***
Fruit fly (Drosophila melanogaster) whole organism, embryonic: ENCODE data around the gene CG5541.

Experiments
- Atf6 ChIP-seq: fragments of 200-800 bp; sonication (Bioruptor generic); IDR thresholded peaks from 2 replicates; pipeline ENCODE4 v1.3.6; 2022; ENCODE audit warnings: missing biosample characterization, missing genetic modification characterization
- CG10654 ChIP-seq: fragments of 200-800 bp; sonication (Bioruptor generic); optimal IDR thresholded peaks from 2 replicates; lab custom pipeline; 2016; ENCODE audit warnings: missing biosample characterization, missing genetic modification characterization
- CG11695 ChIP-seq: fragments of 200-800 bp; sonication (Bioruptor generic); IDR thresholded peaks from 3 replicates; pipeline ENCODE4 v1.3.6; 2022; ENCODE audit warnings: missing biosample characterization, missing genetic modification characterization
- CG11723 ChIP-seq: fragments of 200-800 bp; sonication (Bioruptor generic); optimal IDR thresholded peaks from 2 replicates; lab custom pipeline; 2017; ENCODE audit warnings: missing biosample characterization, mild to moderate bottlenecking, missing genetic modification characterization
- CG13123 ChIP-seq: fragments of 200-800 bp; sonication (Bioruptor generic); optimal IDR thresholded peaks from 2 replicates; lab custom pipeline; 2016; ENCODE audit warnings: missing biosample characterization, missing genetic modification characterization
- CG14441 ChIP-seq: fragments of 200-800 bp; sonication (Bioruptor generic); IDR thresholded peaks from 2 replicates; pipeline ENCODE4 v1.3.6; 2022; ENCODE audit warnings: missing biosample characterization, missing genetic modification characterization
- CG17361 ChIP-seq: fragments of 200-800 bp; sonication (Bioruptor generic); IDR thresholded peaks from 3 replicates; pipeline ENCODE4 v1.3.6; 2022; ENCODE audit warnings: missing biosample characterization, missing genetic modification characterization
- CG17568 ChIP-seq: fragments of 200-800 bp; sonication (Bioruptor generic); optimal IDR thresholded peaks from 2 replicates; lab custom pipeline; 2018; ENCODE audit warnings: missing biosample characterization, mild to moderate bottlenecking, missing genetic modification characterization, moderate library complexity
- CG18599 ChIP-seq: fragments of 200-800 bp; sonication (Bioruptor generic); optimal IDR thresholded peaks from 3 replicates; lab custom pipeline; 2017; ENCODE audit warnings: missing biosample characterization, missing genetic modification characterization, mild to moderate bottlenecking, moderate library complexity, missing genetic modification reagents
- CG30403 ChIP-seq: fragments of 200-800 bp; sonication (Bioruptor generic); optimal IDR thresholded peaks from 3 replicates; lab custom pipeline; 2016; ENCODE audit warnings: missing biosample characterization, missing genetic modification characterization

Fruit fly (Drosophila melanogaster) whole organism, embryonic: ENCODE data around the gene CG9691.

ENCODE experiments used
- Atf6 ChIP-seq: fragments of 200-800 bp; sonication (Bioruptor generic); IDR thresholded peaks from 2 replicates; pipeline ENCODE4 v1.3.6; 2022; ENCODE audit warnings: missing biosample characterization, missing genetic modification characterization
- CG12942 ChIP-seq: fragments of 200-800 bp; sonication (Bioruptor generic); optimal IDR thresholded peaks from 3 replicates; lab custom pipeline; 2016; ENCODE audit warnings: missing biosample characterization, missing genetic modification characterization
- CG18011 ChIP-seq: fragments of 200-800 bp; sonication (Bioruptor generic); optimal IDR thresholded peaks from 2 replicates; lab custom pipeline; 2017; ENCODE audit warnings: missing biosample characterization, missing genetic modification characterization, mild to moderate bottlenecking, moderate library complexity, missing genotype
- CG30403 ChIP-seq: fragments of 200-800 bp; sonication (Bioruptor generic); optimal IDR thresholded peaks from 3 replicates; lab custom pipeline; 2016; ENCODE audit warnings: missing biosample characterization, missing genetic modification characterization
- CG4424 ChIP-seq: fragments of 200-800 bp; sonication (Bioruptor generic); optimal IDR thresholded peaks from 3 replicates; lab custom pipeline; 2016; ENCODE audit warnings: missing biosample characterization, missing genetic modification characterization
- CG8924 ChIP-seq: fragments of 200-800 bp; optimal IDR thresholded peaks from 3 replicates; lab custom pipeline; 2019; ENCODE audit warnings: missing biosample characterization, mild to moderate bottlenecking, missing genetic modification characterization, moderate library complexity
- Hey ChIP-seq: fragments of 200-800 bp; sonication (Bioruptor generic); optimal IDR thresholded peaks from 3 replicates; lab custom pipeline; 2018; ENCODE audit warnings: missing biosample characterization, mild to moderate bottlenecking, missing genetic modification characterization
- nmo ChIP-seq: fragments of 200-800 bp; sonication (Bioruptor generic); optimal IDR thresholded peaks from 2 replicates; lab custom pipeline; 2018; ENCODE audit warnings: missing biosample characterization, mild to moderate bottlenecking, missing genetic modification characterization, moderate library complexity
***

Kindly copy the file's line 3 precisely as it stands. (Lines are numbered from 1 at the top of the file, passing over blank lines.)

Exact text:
- Atf6 ChIP-seq: fragments of 200-800 bp; sonication (Bioruptor generic); IDR thresholded peaks from 2 replicates; pipeline ENCODE4 v1.3.6; 2022; ENCODE audit warnings: missing biosample characterization, missing genetic modification characterization